Software developers and programmers

--13

Software developers, systems software

--13

Education, training, and library occupations

--27

Other teachers and instructors

--27

Self-enrichment education teachers

--27

Self-enrichment education teachers

--27

Protective service occupations

1310

Fire fighting and prevention workers

--13

Firefighters

--13

Firefighters

--13

Construction and extraction occupations

6310

Supervisors of construction and extraction workers

--13

First-line supervisors of construction trades and extraction workers

--13

First-line supervisors of construction trades and extraction workers

--13

Transportation and material moving occupations

1414

Air transportation workers

--13

Aircraft pilots and flight engineers

--13

Commercial pilots

--13

Military specific occupations (2)

21448

Footnotes:
(1) Occupation data are based on the Standard Occupational Classification system, 2010.
(2) Includes fatal injuries to persons identified as resident armed forces regardless of individual occupation listed.

NOTE: Totals for major categories may include subcategories not shown separately. Percentages may not add to totals because of rounding. CFOI fatality counts exclude illness-related deaths unless precipitated by an injury event. Dashes indicate no data reported or data that do not meet publication criteria.

Table 4. Fatal occupational injuries by selected demographic characteristics, Hawaii, 2015–16
Worker characteristics20152016
NumberNumberPercent

Total

1829100

Employee status

Wage and salary workers (1)

182897

Self-employed (2)

------

Gender

Men

1829100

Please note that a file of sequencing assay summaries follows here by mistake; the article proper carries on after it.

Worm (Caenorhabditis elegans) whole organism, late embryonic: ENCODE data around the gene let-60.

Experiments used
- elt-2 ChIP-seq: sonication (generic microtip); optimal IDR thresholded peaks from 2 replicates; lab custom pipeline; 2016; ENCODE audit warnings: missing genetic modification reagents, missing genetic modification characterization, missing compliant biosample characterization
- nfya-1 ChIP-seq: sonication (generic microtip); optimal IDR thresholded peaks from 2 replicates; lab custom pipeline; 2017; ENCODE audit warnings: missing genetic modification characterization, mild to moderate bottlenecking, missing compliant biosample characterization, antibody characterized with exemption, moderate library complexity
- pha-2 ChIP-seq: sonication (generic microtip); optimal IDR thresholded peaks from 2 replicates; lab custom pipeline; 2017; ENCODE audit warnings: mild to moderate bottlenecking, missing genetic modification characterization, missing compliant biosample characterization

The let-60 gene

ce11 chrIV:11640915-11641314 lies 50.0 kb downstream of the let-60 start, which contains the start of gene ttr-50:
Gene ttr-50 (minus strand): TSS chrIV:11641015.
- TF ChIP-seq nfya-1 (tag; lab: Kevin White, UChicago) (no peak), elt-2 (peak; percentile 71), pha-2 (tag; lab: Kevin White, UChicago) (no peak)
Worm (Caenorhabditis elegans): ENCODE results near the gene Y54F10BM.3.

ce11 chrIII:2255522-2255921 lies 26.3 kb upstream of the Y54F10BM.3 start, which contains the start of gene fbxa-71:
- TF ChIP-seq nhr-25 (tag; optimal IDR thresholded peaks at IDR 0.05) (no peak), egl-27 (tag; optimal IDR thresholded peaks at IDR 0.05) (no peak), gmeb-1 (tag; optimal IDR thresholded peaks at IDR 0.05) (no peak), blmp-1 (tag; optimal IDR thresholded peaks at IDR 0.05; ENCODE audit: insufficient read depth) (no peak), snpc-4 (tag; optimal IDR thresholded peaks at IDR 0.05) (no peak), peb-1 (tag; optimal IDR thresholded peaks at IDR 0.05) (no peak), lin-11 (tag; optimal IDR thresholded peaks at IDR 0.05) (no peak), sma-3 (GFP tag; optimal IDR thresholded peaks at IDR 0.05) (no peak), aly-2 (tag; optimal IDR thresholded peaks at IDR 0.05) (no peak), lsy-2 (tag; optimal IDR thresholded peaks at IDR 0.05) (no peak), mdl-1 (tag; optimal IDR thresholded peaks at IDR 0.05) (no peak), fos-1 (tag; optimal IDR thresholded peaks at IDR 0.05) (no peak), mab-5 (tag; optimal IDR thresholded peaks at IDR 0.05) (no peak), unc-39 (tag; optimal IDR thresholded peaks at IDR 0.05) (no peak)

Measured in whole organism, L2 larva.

Women

------

Age (3)

20 to 24 years

--828

25 to 34 years

8931

35 to 44 years

1310

45 to 54 years

--414

55 to 64 years

5310

Race or ethnic origin (4)

White, non-Hispanic

51862

Black or African-American, non-Hispanic

------

Hispanic or Latino

3----

Asian, non-Hispanic

--414

Footnotes:
(1) May include volunteers and workers receiving other types of compensation.
(2) Includes self-employed workers, owners of unincorporated businesses and farms, paid and unpaid family workers, and may include some owners of incorporated businesses or members of partnerships.
(3) Information may not be available for all age groups.
(4) Persons identified as Hispanic or Latino may be of any race. The race categories shown exclude Hispanic and Latino workers.

NOTE: Data for all years are final. Totals for major categories may include subcategories not shown separately. Percentages may not add to totals because of rounding. CFOI fatality counts exclude illness-related deaths unless precipitated by an injury event. Dashes indicate no data reported or data that do not meet publication criteria.

 

Last Modified Date: Thursday, March 29, 2018